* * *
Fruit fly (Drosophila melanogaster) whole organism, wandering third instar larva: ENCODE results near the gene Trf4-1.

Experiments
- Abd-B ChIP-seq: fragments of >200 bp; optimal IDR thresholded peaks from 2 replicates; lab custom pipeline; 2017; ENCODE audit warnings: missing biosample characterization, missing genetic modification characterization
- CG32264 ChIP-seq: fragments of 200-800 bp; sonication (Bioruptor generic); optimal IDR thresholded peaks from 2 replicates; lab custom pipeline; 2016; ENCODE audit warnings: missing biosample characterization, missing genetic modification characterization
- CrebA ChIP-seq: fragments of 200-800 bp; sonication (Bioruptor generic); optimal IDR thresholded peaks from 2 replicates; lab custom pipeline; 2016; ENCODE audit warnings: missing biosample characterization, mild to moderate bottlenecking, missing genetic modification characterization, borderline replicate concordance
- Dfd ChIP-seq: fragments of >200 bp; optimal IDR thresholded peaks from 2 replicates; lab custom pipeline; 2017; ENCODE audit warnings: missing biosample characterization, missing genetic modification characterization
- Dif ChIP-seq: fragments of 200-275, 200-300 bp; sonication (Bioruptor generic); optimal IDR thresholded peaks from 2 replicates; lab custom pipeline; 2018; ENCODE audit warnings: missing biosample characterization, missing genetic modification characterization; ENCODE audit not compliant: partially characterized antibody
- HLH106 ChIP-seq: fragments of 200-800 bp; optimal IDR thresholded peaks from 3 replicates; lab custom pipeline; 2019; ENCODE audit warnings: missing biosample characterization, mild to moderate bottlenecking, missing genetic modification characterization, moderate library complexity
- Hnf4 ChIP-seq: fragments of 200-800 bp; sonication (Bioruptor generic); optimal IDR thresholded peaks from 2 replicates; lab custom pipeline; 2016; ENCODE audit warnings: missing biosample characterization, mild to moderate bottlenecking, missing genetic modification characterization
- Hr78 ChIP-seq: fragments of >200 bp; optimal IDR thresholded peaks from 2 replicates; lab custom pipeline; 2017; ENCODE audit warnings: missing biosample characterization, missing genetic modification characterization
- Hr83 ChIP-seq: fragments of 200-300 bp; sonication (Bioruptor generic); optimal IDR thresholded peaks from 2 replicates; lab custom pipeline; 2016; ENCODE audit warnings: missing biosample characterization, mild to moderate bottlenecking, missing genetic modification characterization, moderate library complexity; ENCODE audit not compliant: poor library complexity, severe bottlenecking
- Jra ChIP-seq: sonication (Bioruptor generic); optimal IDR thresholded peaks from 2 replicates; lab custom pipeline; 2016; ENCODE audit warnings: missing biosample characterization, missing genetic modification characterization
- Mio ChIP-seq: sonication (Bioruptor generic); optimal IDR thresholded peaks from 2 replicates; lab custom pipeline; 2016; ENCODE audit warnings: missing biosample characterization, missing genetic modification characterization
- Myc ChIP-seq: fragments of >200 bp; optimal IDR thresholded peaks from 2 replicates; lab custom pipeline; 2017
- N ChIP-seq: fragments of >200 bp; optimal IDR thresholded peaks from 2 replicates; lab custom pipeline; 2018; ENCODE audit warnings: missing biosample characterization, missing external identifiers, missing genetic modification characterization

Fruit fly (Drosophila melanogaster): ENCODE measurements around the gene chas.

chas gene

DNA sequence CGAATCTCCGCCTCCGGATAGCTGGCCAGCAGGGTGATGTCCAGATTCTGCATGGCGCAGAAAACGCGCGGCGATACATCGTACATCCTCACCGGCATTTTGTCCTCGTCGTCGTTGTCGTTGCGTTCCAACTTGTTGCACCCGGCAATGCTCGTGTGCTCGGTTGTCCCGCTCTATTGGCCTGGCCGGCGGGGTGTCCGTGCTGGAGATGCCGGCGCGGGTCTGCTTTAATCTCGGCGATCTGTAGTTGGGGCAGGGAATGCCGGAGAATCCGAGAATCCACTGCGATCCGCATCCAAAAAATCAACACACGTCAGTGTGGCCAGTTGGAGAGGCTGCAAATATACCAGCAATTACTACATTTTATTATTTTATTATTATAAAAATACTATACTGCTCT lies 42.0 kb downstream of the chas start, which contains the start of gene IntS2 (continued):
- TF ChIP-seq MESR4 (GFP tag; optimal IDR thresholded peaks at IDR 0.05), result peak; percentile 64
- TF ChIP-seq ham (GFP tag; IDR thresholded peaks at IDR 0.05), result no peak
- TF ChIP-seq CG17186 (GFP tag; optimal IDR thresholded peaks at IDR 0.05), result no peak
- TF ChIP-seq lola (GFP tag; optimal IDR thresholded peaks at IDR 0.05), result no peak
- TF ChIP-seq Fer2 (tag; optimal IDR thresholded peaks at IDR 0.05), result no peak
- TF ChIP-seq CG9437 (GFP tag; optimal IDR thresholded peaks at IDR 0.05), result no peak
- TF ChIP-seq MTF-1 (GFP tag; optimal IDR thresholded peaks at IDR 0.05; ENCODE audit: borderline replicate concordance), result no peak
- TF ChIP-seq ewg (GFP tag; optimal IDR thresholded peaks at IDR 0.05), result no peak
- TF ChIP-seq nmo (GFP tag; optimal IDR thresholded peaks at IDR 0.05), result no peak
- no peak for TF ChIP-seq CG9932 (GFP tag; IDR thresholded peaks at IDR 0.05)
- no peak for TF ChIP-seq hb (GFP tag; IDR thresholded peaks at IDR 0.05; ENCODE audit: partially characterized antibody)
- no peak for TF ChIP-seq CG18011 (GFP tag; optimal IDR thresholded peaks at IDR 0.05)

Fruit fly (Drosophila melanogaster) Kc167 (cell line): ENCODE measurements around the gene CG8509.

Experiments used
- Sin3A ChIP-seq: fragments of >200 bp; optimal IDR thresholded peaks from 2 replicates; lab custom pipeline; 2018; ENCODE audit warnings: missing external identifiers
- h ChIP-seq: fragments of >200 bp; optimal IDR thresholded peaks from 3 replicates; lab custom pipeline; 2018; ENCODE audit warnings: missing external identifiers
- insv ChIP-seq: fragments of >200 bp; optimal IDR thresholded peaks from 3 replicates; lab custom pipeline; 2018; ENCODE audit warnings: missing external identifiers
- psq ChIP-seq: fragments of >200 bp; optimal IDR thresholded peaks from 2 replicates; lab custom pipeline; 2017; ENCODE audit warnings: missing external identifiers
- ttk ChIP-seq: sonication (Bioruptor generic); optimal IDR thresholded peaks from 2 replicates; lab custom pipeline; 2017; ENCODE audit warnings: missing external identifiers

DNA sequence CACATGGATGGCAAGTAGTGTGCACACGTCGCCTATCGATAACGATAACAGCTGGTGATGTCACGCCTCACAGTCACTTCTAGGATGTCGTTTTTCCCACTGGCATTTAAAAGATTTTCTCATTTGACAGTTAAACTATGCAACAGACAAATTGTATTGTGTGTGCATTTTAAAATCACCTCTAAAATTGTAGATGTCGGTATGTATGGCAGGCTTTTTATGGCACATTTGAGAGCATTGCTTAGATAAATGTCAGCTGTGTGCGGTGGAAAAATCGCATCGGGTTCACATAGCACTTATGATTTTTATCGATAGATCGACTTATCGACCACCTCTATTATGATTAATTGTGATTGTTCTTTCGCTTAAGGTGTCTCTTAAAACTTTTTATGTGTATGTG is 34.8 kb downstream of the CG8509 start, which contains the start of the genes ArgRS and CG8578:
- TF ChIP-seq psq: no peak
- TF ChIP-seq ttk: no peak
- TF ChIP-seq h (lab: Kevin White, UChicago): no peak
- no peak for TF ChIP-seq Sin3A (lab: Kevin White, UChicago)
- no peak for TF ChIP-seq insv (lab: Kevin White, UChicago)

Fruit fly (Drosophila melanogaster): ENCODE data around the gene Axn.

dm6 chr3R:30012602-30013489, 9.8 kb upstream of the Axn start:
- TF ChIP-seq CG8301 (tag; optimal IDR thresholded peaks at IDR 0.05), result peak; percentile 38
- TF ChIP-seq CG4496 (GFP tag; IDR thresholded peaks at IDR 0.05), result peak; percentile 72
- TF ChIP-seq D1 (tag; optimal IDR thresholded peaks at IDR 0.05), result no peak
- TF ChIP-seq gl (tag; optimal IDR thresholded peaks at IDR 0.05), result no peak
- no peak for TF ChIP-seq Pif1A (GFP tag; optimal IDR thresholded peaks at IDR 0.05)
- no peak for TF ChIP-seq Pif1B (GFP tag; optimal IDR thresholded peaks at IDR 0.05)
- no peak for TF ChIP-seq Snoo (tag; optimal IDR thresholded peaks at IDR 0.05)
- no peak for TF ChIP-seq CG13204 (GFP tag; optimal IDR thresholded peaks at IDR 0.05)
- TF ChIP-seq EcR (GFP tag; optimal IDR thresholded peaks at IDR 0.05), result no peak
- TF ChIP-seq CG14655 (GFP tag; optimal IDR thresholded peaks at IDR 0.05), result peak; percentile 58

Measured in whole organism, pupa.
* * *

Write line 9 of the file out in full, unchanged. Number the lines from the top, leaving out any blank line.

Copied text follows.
- Hnf4 ChIP-seq: fragments of 200-800 bp; sonication (Bioruptor generic); optimal IDR thresholded peaks from 2 replicates; lab custom pipeline; 2016; ENCODE audit warnings: missing biosample characterization, mild to moderate bottlenecking, missing genetic modification characterization